Image Credit- The Guardian
South Africa edge out a win over a battered and bruised Wales side in a compelling semi-final at Yokohama.
Wales, with the tantalising prospect of a first world cup final within touching distance, missed out in heart-breaking fashion, outmuscled by a grimly determined South African side.
The eventual defeat was made more galling by the manner in which it came; four years of gruelling work and preparation, beaten by a mere 3 points. “A huge game lost by a tiny margin” as Tom Fordyce aptly put it.
After England’s heroic performance a day prior against tournament Favourites New Zealand, filled with electric, free-flowing, fast paced rugby, this was a far cagier affair, yet an enthralling one, nonetheless.
As expected, the first half was slow and restrained, neither side eager to make the first costly mistake, both content to play for territory with innumerable kicks from hand. South Africa’s game plan was clear from the outset, utilising the strength of their scrum and driving mall, wearing Wales down in a war of attrition, and securing points and the lead through penalties rather than tries.
Though not exciting rugby, it was effective, fly half and Man of the Match Handre Pollard scored three penalties to open up a 9 – 3 lead after 35 minutes. Wales, dogged and tenacious in response, battled hard, with Dan Biggar keeping them in contention with two well placed penalties of his own, his team going in at the break only 3 points adrift.
However, injuries, as they have throughout the tournament, continued to plague wales. In-form Prop Thomas Francis was forced off with a shoulder injury after 35 minutes, and star winger George North followed moments later, pulling up with a hamstring injury.
The second half was more open, more due to fatigue then a desire to play expansive rugby. This should have played into Wales’ hand, but yet, despite Biggar arrowing another penalty over the posts to draw the sides level, it was the Springboks who made the first breakthrough. After Pollard’s initial line break, the ball was spun out to Damian de Allende, who, capitalising on Wales’ fractured defensive line, muscled his way over to score the first try of the match. Pollard slotted over the conversion, dragging the lead out to a worrisome 7 points.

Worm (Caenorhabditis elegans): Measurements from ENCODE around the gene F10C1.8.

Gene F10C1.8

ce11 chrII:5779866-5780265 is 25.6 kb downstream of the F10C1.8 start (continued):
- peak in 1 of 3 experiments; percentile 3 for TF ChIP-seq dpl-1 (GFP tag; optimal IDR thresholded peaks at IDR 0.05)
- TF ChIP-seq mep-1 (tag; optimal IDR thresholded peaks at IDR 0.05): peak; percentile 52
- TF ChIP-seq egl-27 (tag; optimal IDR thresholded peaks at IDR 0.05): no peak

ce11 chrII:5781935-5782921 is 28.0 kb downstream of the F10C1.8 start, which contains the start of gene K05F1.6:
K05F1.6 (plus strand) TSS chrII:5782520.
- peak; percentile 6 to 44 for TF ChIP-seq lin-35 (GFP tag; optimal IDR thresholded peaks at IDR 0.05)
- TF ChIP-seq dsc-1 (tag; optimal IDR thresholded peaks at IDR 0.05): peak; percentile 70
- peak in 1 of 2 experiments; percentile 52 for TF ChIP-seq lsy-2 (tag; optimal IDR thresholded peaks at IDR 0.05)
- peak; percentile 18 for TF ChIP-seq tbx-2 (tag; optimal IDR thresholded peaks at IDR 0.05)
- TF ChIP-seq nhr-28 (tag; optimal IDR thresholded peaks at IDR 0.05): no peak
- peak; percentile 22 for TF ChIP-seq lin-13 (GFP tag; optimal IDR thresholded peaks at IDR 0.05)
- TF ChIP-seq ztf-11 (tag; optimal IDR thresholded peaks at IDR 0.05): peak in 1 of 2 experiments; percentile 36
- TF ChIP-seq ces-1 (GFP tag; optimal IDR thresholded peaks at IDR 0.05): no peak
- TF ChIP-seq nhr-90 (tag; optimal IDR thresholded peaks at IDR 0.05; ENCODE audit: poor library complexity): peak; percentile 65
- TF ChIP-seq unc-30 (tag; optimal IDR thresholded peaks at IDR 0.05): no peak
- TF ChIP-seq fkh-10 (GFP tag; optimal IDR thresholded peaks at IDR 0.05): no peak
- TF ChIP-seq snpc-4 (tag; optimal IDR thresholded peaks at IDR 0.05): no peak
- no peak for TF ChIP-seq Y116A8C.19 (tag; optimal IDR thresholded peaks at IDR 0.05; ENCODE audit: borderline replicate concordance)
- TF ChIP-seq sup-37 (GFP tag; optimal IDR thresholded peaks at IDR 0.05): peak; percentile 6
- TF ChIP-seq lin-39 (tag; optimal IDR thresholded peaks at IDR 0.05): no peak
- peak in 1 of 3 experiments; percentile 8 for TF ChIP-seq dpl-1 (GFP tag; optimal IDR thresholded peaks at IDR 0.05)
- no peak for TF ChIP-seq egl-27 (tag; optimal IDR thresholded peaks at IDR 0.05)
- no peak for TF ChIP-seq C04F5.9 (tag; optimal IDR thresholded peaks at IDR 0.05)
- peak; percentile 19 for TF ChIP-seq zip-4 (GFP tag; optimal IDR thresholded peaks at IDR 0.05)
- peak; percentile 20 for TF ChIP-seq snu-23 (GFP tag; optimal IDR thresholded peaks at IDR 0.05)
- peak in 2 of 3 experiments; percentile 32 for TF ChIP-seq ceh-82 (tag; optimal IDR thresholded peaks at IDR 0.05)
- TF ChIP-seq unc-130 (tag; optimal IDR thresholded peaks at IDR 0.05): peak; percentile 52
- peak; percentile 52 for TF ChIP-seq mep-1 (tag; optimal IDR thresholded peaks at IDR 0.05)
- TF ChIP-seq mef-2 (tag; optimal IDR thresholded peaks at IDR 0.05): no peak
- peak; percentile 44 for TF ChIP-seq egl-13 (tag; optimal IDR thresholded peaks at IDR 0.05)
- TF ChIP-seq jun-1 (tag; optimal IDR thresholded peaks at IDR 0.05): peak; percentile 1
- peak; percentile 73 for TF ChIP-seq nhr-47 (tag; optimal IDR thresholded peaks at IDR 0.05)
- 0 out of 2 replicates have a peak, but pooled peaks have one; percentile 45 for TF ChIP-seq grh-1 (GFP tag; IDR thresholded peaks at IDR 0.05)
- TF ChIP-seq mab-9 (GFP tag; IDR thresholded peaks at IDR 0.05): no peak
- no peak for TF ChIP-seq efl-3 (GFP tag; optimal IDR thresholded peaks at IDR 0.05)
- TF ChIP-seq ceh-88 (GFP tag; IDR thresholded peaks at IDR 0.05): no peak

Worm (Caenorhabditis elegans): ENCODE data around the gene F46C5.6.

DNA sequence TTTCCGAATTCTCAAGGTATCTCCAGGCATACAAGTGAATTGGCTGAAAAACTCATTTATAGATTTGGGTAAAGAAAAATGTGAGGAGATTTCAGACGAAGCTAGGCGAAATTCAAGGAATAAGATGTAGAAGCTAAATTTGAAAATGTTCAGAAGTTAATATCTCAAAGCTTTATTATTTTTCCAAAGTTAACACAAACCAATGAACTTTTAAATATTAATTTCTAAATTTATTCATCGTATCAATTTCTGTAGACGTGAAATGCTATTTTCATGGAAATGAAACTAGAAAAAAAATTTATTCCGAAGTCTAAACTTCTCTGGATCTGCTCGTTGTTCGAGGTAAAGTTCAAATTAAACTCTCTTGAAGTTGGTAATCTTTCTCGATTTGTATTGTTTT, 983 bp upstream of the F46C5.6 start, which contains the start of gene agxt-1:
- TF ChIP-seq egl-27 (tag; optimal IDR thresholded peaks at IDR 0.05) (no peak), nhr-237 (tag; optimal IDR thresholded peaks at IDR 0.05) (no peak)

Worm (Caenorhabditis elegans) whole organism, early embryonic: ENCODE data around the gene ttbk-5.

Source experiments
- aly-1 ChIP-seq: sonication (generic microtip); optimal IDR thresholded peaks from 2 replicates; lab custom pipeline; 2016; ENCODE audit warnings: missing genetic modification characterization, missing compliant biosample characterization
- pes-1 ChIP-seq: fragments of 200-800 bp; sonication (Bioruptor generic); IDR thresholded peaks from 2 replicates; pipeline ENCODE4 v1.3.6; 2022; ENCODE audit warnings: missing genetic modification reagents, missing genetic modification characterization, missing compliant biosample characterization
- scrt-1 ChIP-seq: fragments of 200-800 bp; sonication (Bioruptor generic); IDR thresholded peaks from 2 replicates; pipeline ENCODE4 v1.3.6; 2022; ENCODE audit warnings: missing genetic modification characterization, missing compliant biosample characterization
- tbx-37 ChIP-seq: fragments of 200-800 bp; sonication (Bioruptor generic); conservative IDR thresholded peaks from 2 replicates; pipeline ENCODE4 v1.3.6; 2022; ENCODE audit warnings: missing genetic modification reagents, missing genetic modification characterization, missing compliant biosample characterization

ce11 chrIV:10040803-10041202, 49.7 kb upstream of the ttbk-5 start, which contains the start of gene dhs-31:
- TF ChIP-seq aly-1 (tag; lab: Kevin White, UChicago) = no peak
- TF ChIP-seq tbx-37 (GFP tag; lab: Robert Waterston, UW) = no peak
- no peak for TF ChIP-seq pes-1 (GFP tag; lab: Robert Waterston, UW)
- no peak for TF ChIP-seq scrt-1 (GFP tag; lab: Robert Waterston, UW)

The subsequent Welsh response was spirited, symptomatic of the work ethic that coach Warren Gatland has built over his last 12 years with the side. It soon brought just rewards: following a scrum on the 5-metre line, the ball was quickly released to Jonathan Davies, who then deftly popped the ball off to Josh Adams, crossing the line for his sixth try of the World Cup. After Leigh Halfpenny slotted the conversion, the scores were tied, 16 all, with only 15 minutes remaining.
The close of the game was as captivating as it was scrappy, both sides desperately searching for the field position that could bring them their ticket to the final. And it was South Africa who secured it; a Wales penalty, cheaply given away, allowed the phenomenal Pollard to kick the ultimately decisive 3 points.
It is the second successive year that the African team have knocked Wales out of the tournament, beating them 4 years prior 23 – 19, in a similarly tight affair.
The result was a disappointing conclusion to Gatland’s extensive reign, unable to claim to the only trophy to have evaded him – many would argue that he deserved it after the work he has done transforming this welsh team.
A word should be said for second row Alun Wyn Jones, the talismanic captain and Wales’ highest capped player at 133 appearances: in his last chance at glory, it would have been fitting for him to lift the coveted trophy.
Despite their spirit, Wales ultimately underperformed in the game, never reaching their devastating best. As such, it is South Africa who are preparing for the final with England next Saturday, and Gatland’s men are left, once again, to rue missed opportunities and what might have been.